I didn’t “ease” into breastfeeding. It was one of the hardest, most frustrating, heart-wrenching things I’ve ever done. I stuck with it though, and four months later I have a healthy, entirely breastfed baby boy. With all the talk about how it is so good for you and the baby, and what a great bonding experience it’s supposed to be, a new mother feels guilty if she dreads each feeding and wonders if perhaps she doesn’t love her baby enough. Eventually she’ll get the hang of it, but the odds are pretty good that she’ll actually hate it the first couple of days — or even longer. — Libby Bollino, Abbeville, Louisiana
When I started breastfeeding, I felt like I needed two or three extra hands. I was so nervous about holding my newborn and supporting his head properly that trying to get him in the right position to latch on seemed impossible. It wasn’t until several months later that I got a breastfeeding pillow as a gift. It’s amazing. It props the baby up into the perfect spot so I can concentrate on the latching-on, which is the hardest part when you’re new to nursing. I wish I’d had one of these when I was learning to nurse and fumbling around with ordinary pillows and blankets and propping and leaning. — Laura Jaglowitz, Hedley, British Columbia ￼
The single most beneficial thing I did was to attend a La Leche League meeting while I was pregnant. I learned a tremendous amount and got to see other women nurse their babies, which I had never really seen before. After my baby was born, I continued to attend LLL meetings and have received a great deal of knowledge, support, and encouragement from the leaders and the other mothers. I also made some terrific friends. — Debbie Strelevitz, Rock Tavern, New York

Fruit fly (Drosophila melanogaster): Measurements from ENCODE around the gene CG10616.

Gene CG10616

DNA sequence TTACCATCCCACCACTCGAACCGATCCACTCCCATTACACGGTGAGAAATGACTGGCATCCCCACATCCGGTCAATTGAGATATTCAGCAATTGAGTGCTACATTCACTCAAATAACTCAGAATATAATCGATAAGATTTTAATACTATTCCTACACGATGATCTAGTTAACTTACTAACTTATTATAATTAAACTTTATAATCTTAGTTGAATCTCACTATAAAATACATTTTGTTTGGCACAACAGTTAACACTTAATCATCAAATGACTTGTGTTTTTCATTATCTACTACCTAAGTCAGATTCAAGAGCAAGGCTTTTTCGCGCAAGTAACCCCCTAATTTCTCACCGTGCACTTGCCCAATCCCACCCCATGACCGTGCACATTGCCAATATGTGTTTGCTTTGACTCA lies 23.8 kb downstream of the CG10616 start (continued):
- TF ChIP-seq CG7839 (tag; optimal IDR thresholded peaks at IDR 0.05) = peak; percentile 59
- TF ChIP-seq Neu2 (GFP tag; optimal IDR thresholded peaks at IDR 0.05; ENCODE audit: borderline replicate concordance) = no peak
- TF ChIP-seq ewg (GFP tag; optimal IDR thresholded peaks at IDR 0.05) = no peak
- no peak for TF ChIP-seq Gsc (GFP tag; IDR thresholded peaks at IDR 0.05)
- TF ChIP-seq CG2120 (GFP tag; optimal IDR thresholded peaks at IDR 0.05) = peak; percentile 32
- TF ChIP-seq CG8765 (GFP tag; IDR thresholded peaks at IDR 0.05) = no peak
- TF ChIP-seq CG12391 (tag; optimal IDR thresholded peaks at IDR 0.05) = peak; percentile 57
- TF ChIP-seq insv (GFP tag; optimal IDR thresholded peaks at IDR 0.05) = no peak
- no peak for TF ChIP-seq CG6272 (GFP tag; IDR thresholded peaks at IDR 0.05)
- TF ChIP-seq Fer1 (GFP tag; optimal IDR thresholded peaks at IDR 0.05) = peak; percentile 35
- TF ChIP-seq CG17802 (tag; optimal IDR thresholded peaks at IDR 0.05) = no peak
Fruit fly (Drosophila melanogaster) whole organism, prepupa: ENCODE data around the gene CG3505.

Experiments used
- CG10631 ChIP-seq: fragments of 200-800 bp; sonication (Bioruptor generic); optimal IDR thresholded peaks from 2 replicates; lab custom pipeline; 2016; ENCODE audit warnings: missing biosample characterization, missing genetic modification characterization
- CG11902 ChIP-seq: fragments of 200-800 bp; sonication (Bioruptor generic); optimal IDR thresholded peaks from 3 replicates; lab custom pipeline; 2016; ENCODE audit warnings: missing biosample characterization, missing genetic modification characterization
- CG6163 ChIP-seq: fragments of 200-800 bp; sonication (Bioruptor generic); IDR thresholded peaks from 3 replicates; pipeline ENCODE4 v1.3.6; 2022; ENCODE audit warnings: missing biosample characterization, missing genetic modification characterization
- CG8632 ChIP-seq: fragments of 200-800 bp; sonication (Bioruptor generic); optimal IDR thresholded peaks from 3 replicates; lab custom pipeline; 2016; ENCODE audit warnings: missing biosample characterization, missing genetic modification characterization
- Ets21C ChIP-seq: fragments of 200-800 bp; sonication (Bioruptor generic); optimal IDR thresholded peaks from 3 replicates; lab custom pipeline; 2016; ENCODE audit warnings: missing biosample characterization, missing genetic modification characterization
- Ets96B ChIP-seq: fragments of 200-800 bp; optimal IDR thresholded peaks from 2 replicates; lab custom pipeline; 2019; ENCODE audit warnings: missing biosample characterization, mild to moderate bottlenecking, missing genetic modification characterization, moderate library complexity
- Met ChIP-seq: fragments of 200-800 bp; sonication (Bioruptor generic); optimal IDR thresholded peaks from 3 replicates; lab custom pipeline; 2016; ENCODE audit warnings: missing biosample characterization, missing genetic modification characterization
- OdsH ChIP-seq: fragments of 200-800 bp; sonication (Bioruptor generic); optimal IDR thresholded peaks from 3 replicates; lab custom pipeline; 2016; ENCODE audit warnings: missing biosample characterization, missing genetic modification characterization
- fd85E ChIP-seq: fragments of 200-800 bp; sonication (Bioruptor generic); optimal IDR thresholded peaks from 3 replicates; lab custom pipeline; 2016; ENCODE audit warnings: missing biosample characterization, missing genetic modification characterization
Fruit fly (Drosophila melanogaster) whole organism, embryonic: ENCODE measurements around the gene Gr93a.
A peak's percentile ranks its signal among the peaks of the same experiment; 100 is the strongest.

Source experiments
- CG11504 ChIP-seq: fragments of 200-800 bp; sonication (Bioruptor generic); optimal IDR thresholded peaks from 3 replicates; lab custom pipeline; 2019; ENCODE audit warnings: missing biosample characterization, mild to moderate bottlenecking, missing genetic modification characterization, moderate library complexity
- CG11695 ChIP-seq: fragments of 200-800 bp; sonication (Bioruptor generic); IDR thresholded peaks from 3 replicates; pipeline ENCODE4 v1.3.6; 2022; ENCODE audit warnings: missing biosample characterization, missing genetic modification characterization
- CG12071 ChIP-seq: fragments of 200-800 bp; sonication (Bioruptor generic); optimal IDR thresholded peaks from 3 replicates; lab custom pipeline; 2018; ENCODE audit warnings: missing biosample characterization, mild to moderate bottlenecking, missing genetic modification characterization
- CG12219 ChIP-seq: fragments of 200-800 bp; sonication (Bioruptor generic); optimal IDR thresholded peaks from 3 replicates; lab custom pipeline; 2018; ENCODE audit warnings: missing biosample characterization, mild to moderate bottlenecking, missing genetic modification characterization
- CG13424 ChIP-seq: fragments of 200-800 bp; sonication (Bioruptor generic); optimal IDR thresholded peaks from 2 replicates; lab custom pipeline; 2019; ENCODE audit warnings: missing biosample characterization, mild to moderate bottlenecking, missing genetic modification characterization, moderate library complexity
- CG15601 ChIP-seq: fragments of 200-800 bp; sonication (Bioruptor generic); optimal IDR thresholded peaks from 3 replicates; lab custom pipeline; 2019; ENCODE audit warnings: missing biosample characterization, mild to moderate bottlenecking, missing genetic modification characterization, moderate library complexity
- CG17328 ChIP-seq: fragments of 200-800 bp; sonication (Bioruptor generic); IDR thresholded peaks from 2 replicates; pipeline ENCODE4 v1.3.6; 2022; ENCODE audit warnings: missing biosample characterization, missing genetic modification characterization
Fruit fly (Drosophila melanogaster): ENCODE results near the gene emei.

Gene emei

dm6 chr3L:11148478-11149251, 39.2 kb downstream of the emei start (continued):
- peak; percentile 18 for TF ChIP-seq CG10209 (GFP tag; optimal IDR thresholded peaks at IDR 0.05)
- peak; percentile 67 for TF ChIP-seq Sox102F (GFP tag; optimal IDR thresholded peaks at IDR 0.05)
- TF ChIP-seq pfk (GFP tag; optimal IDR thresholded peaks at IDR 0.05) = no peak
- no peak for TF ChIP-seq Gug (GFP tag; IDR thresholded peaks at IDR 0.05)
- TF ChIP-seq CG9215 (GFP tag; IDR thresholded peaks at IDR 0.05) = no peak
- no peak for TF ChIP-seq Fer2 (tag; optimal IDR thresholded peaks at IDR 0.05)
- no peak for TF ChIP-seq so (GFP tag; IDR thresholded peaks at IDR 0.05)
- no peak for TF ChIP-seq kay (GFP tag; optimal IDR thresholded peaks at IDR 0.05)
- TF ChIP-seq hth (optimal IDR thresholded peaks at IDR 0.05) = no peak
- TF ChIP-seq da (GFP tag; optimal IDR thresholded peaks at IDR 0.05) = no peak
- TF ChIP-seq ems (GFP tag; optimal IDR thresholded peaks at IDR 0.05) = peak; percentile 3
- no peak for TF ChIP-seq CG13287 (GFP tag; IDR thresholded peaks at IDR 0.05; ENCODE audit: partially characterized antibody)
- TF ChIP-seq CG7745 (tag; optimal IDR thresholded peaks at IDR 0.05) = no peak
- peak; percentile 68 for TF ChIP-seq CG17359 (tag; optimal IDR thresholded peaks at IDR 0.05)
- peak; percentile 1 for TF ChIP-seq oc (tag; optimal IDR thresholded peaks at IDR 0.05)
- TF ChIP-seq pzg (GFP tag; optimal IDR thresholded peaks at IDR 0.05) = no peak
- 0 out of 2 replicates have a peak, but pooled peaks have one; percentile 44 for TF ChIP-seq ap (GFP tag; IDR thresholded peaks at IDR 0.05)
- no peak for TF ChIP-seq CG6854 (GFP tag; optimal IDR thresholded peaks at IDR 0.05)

My mother gave me a great tip for getting through those first couple of weeks when breastfeeding hurt: Drink very cold water through a straw as the baby is latching on. The cold water will help defer the pain. Other things that help include listening to relaxing music and minimizing distractions so that you can relax and focus on the task at hand. — Wendy Katzman, Seattle
When my daughter was born, I told my lactation consultant about my horrible experience with mastitis and bleeding nipples when I breastfed my first child. She recommended some products that have worked great: lecithin, for avoiding clogged milk ducts; blessed thistle, for increasing milk flow when I return to work and need to pump; and alfalfa, for enriching my milk. I haven’t had any episodes of mastitis. I swear by the herbs – they’ve made all the difference! — Ruth Tutterow, Greensboro, North Carolina ￼ ￼ Lecithin for avoiding clogged milk ducts.
Take all the help and support you can get. The lactation consultant got my husband involved in the learning process so he would know how to help me get the baby latched on until I was able to do it by myself. — Candice Gray, Paulina, Louisiana
The best advice I got for dry and sore nipples came from my doctor. She said not to bother buying those expensive ointments but instead, after breastfeeding, express just enough milk to spread on the nipples. It really does work with the dryness and cracking. — Anonymous<
During those early stages, I frequently got blocked milk ducts. When I could feel the full duct even after Doug had fed, I’d put on the warming bag (the kind that you heat in the microwave). I’d also take one ibuprofen tablet. The next time I fed him, I’d start with that breast and massage and “milk” the duct as he sucked. Sometimes I’d keep the warming bag on as he sucked. Usually after three or four feedings it would clear. — Laurie Reid, Toronto